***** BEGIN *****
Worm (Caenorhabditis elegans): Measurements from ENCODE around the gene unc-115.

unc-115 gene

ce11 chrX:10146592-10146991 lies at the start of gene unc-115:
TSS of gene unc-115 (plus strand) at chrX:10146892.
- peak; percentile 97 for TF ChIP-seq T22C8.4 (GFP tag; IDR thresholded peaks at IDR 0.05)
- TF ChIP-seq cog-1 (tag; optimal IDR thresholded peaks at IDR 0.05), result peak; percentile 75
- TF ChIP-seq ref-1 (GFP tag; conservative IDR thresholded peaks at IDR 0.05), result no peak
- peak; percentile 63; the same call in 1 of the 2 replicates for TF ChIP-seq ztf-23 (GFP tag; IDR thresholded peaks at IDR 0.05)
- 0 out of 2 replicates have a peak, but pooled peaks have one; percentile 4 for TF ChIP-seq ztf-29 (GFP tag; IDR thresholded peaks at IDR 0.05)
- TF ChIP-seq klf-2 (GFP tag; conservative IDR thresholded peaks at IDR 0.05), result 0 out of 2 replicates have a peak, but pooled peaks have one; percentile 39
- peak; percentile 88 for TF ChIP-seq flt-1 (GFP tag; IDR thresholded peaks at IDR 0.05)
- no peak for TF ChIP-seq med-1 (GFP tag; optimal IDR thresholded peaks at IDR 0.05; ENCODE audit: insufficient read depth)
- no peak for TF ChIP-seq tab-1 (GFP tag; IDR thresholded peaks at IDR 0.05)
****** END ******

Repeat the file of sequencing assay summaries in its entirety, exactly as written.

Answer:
Worm (Caenorhabditis elegans): Measurements from ENCODE around the gene unc-115.

unc-115 gene

ce11 chrX:10146592-10146991 lies at the start of gene unc-115:
TSS of gene unc-115 (plus strand) at chrX:10146892.
- peak; percentile 97 for TF ChIP-seq T22C8.4 (GFP tag; IDR thresholded peaks at IDR 0.05)
- TF ChIP-seq cog-1 (tag; optimal IDR thresholded peaks at IDR 0.05), result peak; percentile 75
- TF ChIP-seq ref-1 (GFP tag; conservative IDR thresholded peaks at IDR 0.05), result no peak
- peak; percentile 63; the same call in 1 of the 2 replicates for TF ChIP-seq ztf-23 (GFP tag; IDR thresholded peaks at IDR 0.05)
- 0 out of 2 replicates have a peak, but pooled peaks have one; percentile 4 for TF ChIP-seq ztf-29 (GFP tag; IDR thresholded peaks at IDR 0.05)
- TF ChIP-seq klf-2 (GFP tag; conservative IDR thresholded peaks at IDR 0.05), result 0 out of 2 replicates have a peak, but pooled peaks have one; percentile 39
- peak; percentile 88 for TF ChIP-seq flt-1 (GFP tag; IDR thresholded peaks at IDR 0.05)
- no peak for TF ChIP-seq med-1 (GFP tag; optimal IDR thresholded peaks at IDR 0.05; ENCODE audit: insufficient read depth)
- no peak for TF ChIP-seq tab-1 (GFP tag; IDR thresholded peaks at IDR 0.05)